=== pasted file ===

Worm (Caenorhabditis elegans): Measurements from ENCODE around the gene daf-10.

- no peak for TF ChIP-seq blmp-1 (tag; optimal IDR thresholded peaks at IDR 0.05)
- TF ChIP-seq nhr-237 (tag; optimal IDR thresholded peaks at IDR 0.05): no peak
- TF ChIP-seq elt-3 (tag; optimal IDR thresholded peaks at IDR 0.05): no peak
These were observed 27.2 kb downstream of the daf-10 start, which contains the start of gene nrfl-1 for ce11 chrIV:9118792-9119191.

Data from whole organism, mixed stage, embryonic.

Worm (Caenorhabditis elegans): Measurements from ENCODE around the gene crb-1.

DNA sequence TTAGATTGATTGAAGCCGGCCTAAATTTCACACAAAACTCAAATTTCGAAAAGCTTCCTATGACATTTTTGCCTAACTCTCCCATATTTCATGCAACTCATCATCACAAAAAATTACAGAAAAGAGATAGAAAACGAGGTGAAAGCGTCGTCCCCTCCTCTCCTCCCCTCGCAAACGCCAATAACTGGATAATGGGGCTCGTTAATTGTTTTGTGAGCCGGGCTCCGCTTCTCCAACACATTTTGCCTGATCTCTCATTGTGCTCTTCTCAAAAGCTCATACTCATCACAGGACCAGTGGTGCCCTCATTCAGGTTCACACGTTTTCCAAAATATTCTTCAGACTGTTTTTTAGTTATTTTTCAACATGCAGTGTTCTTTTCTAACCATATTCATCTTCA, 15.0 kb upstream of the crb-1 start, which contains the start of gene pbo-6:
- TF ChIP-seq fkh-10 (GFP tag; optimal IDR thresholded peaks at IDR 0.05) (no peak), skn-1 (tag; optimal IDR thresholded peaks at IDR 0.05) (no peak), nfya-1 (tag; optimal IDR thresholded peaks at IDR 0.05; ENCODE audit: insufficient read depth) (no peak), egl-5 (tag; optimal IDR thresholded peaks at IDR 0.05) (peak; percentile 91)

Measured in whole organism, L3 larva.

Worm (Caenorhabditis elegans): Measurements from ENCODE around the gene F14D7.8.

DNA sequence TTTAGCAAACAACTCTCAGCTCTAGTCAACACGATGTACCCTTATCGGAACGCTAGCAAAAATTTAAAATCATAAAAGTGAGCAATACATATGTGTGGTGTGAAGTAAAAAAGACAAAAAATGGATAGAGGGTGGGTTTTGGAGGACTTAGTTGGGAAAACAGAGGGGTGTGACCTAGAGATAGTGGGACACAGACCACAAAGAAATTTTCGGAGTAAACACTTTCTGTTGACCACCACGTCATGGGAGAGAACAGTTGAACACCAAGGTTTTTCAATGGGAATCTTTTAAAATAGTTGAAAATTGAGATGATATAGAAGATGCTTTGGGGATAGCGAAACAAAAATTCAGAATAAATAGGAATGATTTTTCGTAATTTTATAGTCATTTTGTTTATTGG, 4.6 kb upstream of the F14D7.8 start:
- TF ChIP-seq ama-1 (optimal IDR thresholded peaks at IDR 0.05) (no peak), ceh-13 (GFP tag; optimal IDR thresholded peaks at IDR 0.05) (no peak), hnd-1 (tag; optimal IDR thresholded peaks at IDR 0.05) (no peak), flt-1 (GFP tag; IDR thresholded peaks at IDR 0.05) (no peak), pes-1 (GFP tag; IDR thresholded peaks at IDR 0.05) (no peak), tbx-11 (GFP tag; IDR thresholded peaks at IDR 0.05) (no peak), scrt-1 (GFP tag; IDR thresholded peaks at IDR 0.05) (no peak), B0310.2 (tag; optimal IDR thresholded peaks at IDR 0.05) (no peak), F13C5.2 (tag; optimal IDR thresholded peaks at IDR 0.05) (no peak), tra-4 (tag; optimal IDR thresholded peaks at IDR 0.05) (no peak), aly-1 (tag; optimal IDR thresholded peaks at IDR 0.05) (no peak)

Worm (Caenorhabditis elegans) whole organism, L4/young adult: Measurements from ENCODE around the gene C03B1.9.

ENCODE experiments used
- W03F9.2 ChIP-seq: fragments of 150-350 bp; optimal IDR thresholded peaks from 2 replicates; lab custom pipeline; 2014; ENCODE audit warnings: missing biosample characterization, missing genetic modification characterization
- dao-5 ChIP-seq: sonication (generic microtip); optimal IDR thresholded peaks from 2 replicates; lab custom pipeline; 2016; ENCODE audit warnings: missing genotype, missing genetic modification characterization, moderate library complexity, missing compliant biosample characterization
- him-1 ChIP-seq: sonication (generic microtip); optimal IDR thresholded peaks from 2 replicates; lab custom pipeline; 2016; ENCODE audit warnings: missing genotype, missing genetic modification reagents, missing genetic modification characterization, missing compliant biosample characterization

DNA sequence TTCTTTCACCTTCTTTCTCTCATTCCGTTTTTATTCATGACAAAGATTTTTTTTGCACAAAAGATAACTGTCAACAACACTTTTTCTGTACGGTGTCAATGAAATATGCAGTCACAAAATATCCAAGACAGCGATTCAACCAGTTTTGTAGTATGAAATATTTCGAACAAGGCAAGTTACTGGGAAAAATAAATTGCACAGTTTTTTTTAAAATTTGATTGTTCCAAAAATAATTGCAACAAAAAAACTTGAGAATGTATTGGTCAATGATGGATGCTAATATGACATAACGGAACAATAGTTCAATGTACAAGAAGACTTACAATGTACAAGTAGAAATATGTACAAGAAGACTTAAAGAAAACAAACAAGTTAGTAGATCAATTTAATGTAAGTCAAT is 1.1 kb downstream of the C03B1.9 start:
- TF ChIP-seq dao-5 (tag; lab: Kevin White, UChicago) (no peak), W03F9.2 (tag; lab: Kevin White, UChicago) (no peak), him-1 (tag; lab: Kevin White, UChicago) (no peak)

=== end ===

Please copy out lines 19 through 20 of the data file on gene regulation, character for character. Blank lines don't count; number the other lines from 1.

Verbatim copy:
DNA sequence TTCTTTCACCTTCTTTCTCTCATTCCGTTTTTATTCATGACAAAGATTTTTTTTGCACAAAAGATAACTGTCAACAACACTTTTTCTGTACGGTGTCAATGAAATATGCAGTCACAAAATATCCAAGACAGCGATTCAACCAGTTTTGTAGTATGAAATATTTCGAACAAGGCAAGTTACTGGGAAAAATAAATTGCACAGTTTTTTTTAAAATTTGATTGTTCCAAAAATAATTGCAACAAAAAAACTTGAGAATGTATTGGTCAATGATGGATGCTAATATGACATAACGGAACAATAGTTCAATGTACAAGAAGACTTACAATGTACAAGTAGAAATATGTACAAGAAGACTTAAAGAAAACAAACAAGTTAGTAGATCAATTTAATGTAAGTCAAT is 1.1 kb downstream of the C03B1.9 start:
- TF ChIP-seq dao-5 (tag; lab: Kevin White, UChicago) (no peak), W03F9.2 (tag; lab: Kevin White, UChicago) (no peak), him-1 (tag; lab: Kevin White, UChicago) (no peak)